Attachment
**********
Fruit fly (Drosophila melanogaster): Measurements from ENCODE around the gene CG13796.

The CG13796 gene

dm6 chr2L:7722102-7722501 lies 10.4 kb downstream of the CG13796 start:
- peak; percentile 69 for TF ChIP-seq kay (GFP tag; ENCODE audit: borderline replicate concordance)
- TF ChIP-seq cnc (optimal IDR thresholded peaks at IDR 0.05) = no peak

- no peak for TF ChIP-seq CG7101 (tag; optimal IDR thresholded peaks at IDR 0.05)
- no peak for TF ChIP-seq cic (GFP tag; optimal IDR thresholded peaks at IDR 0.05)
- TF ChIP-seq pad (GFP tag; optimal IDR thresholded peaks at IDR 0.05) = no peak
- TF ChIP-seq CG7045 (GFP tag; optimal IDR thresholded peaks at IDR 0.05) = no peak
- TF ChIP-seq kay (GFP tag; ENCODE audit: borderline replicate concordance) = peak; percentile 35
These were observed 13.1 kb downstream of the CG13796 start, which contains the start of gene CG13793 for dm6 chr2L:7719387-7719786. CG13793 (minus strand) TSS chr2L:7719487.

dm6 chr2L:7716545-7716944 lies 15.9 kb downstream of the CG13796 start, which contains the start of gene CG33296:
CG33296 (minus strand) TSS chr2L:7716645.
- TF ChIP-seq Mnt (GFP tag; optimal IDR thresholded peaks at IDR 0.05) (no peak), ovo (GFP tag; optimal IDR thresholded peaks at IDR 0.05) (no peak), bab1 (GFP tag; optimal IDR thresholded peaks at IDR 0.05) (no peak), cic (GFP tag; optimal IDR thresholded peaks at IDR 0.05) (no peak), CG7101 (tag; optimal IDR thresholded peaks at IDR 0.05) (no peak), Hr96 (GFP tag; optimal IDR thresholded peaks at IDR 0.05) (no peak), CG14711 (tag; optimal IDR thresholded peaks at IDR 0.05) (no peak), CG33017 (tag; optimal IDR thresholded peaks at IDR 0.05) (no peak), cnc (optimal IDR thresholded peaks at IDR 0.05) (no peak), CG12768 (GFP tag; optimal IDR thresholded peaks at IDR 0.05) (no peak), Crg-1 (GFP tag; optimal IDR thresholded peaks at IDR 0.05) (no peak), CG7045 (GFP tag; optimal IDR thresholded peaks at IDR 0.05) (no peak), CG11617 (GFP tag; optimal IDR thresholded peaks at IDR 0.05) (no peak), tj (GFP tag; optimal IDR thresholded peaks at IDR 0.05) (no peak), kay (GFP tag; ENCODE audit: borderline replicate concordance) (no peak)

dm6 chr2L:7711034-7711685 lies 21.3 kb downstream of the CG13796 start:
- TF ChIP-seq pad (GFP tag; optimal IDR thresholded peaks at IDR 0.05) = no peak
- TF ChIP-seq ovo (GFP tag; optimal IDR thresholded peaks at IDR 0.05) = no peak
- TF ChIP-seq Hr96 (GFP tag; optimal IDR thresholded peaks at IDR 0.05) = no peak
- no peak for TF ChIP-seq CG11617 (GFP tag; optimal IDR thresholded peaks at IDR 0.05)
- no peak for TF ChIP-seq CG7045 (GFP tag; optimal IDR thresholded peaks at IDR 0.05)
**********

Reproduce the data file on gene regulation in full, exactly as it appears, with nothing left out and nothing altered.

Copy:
Fruit fly (Drosophila melanogaster): Measurements from ENCODE around the gene CG13796.

The CG13796 gene

dm6 chr2L:7722102-7722501 lies 10.4 kb downstream of the CG13796 start:
- peak; percentile 69 for TF ChIP-seq kay (GFP tag; ENCODE audit: borderline replicate concordance)
- TF ChIP-seq cnc (optimal IDR thresholded peaks at IDR 0.05) = no peak

- no peak for TF ChIP-seq CG7101 (tag; optimal IDR thresholded peaks at IDR 0.05)
- no peak for TF ChIP-seq cic (GFP tag; optimal IDR thresholded peaks at IDR 0.05)
- TF ChIP-seq pad (GFP tag; optimal IDR thresholded peaks at IDR 0.05) = no peak
- TF ChIP-seq CG7045 (GFP tag; optimal IDR thresholded peaks at IDR 0.05) = no peak
- TF ChIP-seq kay (GFP tag; ENCODE audit: borderline replicate concordance) = peak; percentile 35
These were observed 13.1 kb downstream of the CG13796 start, which contains the start of gene CG13793 for dm6 chr2L:7719387-7719786. CG13793 (minus strand) TSS chr2L:7719487.

dm6 chr2L:7716545-7716944 lies 15.9 kb downstream of the CG13796 start, which contains the start of gene CG33296:
CG33296 (minus strand) TSS chr2L:7716645.
- TF ChIP-seq Mnt (GFP tag; optimal IDR thresholded peaks at IDR 0.05) (no peak), ovo (GFP tag; optimal IDR thresholded peaks at IDR 0.05) (no peak), bab1 (GFP tag; optimal IDR thresholded peaks at IDR 0.05) (no peak), cic (GFP tag; optimal IDR thresholded peaks at IDR 0.05) (no peak), CG7101 (tag; optimal IDR thresholded peaks at IDR 0.05) (no peak), Hr96 (GFP tag; optimal IDR thresholded peaks at IDR 0.05) (no peak), CG14711 (tag; optimal IDR thresholded peaks at IDR 0.05) (no peak), CG33017 (tag; optimal IDR thresholded peaks at IDR 0.05) (no peak), cnc (optimal IDR thresholded peaks at IDR 0.05) (no peak), CG12768 (GFP tag; optimal IDR thresholded peaks at IDR 0.05) (no peak), Crg-1 (GFP tag; optimal IDR thresholded peaks at IDR 0.05) (no peak), CG7045 (GFP tag; optimal IDR thresholded peaks at IDR 0.05) (no peak), CG11617 (GFP tag; optimal IDR thresholded peaks at IDR 0.05) (no peak), tj (GFP tag; optimal IDR thresholded peaks at IDR 0.05) (no peak), kay (GFP tag; ENCODE audit: borderline replicate concordance) (no peak)

dm6 chr2L:7711034-7711685 lies 21.3 kb downstream of the CG13796 start:
- TF ChIP-seq pad (GFP tag; optimal IDR thresholded peaks at IDR 0.05) = no peak
- TF ChIP-seq ovo (GFP tag; optimal IDR thresholded peaks at IDR 0.05) = no peak
- TF ChIP-seq Hr96 (GFP tag; optimal IDR thresholded peaks at IDR 0.05) = no peak
- no peak for TF ChIP-seq CG11617 (GFP tag; optimal IDR thresholded peaks at IDR 0.05)
- no peak for TF ChIP-seq CG7045 (GFP tag; optimal IDR thresholded peaks at IDR 0.05)